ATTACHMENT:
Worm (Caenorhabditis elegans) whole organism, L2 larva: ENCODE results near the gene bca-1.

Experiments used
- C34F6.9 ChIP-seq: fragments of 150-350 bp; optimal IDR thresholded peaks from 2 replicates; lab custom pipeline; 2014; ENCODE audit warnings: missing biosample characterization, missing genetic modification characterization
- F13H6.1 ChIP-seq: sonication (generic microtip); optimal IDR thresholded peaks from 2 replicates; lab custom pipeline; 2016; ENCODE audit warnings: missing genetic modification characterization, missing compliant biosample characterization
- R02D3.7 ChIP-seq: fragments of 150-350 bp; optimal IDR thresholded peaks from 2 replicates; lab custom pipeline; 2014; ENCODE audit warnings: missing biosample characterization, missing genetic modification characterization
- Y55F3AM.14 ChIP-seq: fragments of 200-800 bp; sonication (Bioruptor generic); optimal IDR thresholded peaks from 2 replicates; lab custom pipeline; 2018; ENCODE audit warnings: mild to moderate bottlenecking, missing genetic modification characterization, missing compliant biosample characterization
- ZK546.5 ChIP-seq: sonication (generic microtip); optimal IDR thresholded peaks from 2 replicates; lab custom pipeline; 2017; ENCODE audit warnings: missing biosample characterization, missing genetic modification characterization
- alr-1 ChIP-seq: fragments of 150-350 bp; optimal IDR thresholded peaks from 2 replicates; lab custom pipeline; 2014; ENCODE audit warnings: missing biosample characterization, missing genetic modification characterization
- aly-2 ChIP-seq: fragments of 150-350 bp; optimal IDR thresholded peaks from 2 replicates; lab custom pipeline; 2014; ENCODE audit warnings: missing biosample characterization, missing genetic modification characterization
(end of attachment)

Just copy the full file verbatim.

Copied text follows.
Worm (Caenorhabditis elegans) whole organism, L2 larva: ENCODE results near the gene bca-1.

Experiments used
- C34F6.9 ChIP-seq: fragments of 150-350 bp; optimal IDR thresholded peaks from 2 replicates; lab custom pipeline; 2014; ENCODE audit warnings: missing biosample characterization, missing genetic modification characterization
- F13H6.1 ChIP-seq: sonication (generic microtip); optimal IDR thresholded peaks from 2 replicates; lab custom pipeline; 2016; ENCODE audit warnings: missing genetic modification characterization, missing compliant biosample characterization
- R02D3.7 ChIP-seq: fragments of 150-350 bp; optimal IDR thresholded peaks from 2 replicates; lab custom pipeline; 2014; ENCODE audit warnings: missing biosample characterization, missing genetic modification characterization
- Y55F3AM.14 ChIP-seq: fragments of 200-800 bp; sonication (Bioruptor generic); optimal IDR thresholded peaks from 2 replicates; lab custom pipeline; 2018; ENCODE audit warnings: mild to moderate bottlenecking, missing genetic modification characterization, missing compliant biosample characterization
- ZK546.5 ChIP-seq: sonication (generic microtip); optimal IDR thresholded peaks from 2 replicates; lab custom pipeline; 2017; ENCODE audit warnings: missing biosample characterization, missing genetic modification characterization
- alr-1 ChIP-seq: fragments of 150-350 bp; optimal IDR thresholded peaks from 2 replicates; lab custom pipeline; 2014; ENCODE audit warnings: missing biosample characterization, missing genetic modification characterization
- aly-2 ChIP-seq: fragments of 150-350 bp; optimal IDR thresholded peaks from 2 replicates; lab custom pipeline; 2014; ENCODE audit warnings: missing biosample characterization, missing genetic modification characterization